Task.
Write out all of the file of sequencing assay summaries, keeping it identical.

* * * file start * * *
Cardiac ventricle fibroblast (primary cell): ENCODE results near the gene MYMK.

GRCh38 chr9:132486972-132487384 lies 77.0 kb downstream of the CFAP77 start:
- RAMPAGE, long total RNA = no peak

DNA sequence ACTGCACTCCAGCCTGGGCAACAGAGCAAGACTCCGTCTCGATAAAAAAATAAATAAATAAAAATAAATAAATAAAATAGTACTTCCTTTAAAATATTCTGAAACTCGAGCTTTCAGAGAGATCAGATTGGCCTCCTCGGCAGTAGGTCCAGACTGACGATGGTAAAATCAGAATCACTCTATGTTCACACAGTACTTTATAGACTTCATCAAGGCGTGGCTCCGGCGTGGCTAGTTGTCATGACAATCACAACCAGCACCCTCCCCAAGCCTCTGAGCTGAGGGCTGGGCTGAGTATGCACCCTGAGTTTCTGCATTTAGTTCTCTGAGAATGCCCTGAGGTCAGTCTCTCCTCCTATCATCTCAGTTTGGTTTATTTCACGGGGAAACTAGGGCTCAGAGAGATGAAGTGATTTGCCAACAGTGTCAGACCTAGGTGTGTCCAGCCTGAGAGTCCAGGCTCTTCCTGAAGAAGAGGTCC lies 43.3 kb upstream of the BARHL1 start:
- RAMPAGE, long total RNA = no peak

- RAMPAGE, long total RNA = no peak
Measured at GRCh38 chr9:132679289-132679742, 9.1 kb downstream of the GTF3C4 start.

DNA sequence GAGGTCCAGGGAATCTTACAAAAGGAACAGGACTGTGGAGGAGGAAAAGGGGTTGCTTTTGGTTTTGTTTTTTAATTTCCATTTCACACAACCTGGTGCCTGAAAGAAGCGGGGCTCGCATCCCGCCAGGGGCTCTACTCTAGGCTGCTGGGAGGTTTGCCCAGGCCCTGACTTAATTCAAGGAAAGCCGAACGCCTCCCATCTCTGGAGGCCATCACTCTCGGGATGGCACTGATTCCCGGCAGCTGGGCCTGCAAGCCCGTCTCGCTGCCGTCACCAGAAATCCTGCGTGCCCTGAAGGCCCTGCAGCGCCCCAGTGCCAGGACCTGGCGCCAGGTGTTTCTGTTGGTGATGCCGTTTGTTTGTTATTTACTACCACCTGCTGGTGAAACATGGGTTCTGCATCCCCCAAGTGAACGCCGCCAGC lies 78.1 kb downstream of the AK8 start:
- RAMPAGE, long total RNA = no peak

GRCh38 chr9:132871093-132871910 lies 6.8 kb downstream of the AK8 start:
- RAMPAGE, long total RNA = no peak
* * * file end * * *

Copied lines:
Cardiac ventricle fibroblast (primary cell): ENCODE results near the gene MYMK.

GRCh38 chr9:132486972-132487384 lies 77.0 kb downstream of the CFAP77 start:
- RAMPAGE, long total RNA = no peak

DNA sequence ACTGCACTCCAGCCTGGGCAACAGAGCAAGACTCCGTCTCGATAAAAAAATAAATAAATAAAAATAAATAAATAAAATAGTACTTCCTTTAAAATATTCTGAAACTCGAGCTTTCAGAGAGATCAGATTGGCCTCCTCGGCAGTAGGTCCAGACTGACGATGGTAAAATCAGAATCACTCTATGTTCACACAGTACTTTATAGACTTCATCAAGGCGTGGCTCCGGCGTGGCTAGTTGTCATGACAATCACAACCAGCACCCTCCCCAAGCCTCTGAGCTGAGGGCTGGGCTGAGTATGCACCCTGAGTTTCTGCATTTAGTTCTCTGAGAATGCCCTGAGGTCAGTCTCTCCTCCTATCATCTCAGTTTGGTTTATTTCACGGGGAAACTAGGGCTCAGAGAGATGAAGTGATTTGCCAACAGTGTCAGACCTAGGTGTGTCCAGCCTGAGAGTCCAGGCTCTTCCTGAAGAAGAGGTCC lies 43.3 kb upstream of the BARHL1 start:
- RAMPAGE, long total RNA = no peak

- RAMPAGE, long total RNA = no peak
Measured at GRCh38 chr9:132679289-132679742, 9.1 kb downstream of the GTF3C4 start.

DNA sequence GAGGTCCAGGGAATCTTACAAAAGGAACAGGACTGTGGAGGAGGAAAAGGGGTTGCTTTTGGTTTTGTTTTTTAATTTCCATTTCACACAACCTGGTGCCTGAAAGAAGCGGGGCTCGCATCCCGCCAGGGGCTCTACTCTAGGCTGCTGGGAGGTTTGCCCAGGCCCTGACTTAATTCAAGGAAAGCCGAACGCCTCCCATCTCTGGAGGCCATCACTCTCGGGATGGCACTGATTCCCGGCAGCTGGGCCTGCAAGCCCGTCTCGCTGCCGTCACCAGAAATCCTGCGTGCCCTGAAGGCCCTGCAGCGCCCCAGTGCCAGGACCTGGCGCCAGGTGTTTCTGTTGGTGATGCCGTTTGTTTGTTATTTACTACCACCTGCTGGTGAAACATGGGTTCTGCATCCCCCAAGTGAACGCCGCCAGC lies 78.1 kb downstream of the AK8 start:
- RAMPAGE, long total RNA = no peak

GRCh38 chr9:132871093-132871910 lies 6.8 kb downstream of the AK8 start:
- RAMPAGE, long total RNA = no peak